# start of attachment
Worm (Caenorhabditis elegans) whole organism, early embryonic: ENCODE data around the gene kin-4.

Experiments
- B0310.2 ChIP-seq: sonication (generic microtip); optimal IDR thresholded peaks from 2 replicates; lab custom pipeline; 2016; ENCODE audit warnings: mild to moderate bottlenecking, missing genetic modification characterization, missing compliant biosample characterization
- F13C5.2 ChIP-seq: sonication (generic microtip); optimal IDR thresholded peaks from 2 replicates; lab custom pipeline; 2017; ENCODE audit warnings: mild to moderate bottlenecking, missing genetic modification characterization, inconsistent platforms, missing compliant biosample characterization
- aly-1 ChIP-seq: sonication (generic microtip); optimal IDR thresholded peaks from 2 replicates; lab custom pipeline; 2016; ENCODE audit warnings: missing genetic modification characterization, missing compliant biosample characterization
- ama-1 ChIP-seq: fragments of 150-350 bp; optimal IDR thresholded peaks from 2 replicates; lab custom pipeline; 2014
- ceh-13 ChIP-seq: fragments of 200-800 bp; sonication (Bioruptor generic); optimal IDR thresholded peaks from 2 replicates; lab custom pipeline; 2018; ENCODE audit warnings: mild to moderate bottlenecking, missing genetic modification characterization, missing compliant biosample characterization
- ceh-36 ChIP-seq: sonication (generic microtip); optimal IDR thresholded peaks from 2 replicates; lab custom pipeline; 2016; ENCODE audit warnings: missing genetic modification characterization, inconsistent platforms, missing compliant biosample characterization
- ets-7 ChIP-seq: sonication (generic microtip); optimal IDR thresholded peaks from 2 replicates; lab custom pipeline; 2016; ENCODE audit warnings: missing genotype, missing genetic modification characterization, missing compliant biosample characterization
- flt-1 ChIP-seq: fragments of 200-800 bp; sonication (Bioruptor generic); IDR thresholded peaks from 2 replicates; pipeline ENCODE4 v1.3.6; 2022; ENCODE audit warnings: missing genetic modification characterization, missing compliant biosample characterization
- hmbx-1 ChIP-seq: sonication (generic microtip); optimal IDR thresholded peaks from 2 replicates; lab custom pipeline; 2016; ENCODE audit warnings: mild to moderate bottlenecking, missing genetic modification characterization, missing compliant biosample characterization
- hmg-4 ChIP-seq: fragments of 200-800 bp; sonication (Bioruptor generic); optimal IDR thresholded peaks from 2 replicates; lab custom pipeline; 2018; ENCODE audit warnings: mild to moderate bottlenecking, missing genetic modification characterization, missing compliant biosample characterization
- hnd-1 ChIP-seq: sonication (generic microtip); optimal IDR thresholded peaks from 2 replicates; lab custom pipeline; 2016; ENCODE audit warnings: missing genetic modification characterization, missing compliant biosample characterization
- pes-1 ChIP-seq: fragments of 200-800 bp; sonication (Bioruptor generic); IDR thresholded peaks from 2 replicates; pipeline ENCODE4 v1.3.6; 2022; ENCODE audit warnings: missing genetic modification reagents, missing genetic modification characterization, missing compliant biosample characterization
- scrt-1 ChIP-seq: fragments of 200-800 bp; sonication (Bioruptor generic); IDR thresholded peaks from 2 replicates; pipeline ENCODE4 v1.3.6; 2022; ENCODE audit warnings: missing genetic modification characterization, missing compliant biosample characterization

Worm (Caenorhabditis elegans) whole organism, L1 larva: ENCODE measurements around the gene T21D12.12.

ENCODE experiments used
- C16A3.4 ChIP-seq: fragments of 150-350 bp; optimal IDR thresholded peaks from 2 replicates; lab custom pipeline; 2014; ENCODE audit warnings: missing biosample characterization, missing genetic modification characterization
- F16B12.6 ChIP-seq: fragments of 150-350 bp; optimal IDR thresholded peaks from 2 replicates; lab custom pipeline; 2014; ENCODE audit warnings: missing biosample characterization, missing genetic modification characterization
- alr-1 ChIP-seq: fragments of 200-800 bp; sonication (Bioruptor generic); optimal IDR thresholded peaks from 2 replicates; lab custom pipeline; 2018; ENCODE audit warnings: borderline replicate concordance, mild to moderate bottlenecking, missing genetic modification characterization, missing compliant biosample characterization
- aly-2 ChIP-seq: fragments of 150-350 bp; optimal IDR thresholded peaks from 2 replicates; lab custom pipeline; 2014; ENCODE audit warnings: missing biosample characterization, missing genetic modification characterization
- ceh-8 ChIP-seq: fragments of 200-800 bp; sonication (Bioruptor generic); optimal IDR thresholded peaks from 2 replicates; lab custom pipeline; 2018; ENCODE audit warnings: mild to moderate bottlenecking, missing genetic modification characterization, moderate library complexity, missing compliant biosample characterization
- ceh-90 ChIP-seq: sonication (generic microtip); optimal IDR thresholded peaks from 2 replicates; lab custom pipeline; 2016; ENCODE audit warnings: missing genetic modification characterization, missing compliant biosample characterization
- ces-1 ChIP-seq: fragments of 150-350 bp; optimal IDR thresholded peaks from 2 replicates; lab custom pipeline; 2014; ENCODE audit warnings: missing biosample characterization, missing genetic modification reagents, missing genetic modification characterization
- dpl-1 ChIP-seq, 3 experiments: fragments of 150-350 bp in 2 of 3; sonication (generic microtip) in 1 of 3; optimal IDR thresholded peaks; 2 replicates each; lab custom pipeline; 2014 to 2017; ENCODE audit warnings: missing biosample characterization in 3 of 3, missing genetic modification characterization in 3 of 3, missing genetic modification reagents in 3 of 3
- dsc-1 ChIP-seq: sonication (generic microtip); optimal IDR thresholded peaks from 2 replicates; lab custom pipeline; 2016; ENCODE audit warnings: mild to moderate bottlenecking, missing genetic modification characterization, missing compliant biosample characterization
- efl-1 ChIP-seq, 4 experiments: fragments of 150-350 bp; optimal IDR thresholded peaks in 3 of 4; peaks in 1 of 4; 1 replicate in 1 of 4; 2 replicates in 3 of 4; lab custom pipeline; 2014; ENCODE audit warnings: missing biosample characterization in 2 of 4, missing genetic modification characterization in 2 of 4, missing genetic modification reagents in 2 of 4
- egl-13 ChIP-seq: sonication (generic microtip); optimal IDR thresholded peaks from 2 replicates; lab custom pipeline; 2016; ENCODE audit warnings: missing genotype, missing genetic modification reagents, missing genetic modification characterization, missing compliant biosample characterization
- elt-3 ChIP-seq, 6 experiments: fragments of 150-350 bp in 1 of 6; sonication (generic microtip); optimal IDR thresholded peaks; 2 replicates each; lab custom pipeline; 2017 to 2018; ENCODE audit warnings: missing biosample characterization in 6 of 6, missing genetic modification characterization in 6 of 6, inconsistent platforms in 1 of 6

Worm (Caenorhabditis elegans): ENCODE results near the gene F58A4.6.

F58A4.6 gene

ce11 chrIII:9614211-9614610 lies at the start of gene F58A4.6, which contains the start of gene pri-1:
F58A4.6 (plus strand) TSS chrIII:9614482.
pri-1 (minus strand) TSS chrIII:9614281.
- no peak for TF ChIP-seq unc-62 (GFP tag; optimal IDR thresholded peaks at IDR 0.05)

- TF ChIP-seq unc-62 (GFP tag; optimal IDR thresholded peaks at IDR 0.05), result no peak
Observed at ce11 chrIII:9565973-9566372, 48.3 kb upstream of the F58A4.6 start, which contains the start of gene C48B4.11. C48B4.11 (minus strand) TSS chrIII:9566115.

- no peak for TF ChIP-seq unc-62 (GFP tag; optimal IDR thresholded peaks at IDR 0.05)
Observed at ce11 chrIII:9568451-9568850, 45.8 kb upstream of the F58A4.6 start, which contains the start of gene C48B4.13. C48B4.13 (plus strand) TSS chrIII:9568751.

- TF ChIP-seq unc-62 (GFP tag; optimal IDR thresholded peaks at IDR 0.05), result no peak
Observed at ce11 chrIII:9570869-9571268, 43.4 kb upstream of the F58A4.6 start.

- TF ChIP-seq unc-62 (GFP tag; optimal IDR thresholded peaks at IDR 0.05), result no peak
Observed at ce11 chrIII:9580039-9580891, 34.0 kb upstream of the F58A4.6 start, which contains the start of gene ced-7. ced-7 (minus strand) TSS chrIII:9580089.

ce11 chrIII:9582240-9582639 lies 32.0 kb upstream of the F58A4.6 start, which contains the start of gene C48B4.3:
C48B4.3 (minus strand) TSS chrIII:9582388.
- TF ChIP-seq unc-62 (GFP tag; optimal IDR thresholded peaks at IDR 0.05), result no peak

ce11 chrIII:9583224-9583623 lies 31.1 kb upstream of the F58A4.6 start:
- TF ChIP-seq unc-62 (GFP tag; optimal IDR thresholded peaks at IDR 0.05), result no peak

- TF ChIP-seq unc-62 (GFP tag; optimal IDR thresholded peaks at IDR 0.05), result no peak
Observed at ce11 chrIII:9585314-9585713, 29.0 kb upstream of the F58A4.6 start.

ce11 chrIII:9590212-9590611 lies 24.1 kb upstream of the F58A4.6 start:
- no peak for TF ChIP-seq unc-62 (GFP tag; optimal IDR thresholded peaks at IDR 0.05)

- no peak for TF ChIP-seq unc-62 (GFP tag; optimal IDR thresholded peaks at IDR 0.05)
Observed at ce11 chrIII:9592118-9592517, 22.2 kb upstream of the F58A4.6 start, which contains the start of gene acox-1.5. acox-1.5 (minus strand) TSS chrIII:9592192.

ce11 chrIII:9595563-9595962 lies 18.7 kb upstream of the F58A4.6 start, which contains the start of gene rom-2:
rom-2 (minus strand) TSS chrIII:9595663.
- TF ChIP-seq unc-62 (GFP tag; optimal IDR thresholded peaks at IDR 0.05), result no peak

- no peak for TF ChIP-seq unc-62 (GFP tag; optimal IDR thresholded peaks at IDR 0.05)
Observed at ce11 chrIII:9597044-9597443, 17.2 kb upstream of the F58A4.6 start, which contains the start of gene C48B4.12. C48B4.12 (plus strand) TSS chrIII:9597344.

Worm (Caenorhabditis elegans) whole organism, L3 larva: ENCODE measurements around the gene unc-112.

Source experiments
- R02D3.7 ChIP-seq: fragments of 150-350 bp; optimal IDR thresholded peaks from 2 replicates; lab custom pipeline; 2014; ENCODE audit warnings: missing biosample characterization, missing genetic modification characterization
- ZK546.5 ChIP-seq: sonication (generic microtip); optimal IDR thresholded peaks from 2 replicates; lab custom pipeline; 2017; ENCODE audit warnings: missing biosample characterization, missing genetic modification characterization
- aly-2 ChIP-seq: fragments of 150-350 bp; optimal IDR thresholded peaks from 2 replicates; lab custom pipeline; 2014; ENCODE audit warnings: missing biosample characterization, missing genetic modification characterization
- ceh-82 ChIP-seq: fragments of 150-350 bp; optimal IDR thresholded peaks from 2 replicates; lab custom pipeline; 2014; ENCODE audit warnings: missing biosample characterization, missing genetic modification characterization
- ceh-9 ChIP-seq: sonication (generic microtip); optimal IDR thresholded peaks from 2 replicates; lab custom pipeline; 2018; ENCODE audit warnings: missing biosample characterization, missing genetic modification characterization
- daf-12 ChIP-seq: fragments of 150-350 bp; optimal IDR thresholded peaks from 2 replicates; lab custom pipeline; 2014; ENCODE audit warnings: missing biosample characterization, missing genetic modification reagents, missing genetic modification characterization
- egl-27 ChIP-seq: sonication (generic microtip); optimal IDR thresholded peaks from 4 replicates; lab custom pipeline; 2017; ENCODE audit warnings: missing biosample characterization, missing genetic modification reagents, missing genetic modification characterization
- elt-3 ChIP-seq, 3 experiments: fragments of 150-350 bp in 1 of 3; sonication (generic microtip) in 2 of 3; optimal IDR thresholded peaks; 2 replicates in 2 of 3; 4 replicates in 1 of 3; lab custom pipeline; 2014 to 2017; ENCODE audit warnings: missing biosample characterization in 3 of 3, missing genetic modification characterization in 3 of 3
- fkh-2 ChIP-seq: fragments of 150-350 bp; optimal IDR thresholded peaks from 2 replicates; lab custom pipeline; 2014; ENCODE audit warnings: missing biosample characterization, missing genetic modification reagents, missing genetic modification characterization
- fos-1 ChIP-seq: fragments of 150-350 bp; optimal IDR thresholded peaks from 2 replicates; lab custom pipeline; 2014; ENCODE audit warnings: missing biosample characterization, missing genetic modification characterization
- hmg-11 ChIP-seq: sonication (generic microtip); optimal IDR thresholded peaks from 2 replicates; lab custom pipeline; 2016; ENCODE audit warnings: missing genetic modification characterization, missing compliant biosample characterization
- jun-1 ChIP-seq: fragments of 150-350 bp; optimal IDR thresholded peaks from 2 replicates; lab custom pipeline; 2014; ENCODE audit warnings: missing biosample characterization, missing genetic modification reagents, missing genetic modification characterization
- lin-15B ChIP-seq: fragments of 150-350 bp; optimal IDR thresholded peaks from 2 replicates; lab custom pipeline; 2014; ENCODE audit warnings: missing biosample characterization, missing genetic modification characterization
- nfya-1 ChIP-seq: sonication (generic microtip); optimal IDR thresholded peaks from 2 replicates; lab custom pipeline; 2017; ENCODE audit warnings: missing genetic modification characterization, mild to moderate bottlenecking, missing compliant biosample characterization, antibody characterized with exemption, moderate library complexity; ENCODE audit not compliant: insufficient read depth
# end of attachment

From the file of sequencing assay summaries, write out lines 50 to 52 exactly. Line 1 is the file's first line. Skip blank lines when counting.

Observed at ce11 chrIII:9585314-9585713, 29.0 kb upstream of the F58A4.6 start.

ce11 chrIII:9590212-9590611 lies 24.1 kb upstream of the F58A4.6 start:
- no peak for TF ChIP-seq unc-62 (GFP tag; optimal IDR thresholded peaks at IDR 0.05)